There will be a decidedly new look to the K-Automotive NASCAR Craftsman Truck Series racing team when it hits the track for the season-opening event at Daytona Beach, FL February 16.
In addition to having new driver Terry Cook will field Ford F-150 hardware for the upcoming season. That's big news considering that K-Automotive - Bob, Kay and Ron Keselowski - had campaigned the Dodge brand for nearly three decades.
"This is a nice coup for Ford," said Greg Specht, manager of North American Performance Operations for Ford Racing Technology.
"The Keselowskis have been one of the standard-bearers for the Craftsman Truck Series for several years and Terry Cook is an exciting driver. We've had the best teams and the best trucks in the series for the past two years and our brigade of F-150s just got a little stronger." "Ford offered us support and you need the factory behind you if you expect to do well in the NASCAR Craftsman Truck Series," said Bob Keselowski. "They will be there to help us with any problems and answer any questions we might have. It's a great opportunity for our race team. It'll be a clean sheet of paper all over again with a lot of new challenges for us."
"It'll be a first for K-Automotive and it will be a first for me too," stated Cook of the new Ford alliance. "They've never raced Fords and neither have I. It's a fresh start for both of us."
The K-Automotive team has been one of the strongest NCTS entries since it debuted with Bob Keselowski handling the driving chores in 1995. In all, Keselowski has made 86 career NCTS starts with the highlight being a victory at Richmond, VA in 1997. Dennis Setzer took over the primary driving chores for K-Automotive in late 1998 producing five wins over the past three seasons. Also included in that run was a third-place finish in the points in 1999 and a seventh-place points effort last season.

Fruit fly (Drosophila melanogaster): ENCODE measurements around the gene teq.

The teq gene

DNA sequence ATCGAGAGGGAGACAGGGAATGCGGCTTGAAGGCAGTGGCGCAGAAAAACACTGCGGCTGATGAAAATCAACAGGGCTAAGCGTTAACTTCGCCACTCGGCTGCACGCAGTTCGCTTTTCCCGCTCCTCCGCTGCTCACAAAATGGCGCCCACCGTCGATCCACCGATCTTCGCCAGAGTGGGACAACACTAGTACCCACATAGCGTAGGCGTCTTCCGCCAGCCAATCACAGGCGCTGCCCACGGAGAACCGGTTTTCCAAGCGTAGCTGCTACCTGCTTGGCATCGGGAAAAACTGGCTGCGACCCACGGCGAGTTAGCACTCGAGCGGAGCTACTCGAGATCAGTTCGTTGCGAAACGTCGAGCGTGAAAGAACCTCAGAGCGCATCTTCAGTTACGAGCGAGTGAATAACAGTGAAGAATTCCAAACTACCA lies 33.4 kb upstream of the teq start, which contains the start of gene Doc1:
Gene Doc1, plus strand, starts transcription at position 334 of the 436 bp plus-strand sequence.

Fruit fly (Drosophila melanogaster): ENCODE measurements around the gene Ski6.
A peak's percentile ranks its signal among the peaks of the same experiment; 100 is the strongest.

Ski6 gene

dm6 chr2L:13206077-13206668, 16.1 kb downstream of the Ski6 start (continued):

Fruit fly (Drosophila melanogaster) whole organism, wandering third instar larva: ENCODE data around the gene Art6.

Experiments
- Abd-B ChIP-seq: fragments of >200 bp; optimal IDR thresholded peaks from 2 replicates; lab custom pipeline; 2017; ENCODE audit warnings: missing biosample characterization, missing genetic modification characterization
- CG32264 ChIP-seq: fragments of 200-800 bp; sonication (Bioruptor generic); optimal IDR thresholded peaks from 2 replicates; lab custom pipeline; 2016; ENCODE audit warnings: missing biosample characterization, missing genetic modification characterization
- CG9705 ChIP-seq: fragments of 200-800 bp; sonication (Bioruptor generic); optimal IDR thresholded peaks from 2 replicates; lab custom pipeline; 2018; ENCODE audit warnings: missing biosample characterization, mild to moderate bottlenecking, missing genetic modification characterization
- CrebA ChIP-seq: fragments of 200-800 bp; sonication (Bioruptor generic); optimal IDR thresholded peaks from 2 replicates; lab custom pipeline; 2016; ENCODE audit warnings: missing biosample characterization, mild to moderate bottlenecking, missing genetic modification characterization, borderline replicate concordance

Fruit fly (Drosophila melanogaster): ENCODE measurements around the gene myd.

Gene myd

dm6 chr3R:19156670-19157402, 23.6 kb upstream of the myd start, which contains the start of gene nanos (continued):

Cook, meanwhile, debuted with the K-Automotive team last October steering his black No. 29 entry from 25th starting position to a seventh-place finish in the 2000 NCTS season finale at California Speedway. During the off-season, talks between Cook and the team continued until an agreement for the 2001 schedule was completed last December.
With the new driver and manufacturer in place, the challenge now will be to retool and get ready for the upcoming season according to Keselowski.
"We will probably convert three or four of our best trucks to Fords and build a couple of new ones as well," stated Keselowski, who runs Laughlin chassis. "We have some new ideas on a couple of things and we're anxious to try them out. There's stuff we want to try with both the chassis and the body. I don't think the conversion will be that tough to do. Fortunately, we're switching to Ford because you couldn't switch a Dodge to a Chevy. Really, the toughest thing to do will be cutting up the full fleet of great race trucks that we have. That will kind of hurt, but I know we'll be better off in the end."
"A race vehicle is a race vehicle," said Cook, who will be expected to put the K-Automotive Fords up front this season.
"I'm sure driving a Ford is going to be somewhat different than the Chevy's I've been driving in the past, but all the basic aerodynamic rules will still apply and nobody has more experience with springs, shocks and chassis than this K-Automotive bunch. Ford has had a great track record, especially the past two years winning the Truck Series Manufacturer's Championship. The goal at K-Automotive this season will be to win poles, races and do everything we can to give Ford a third title in a row."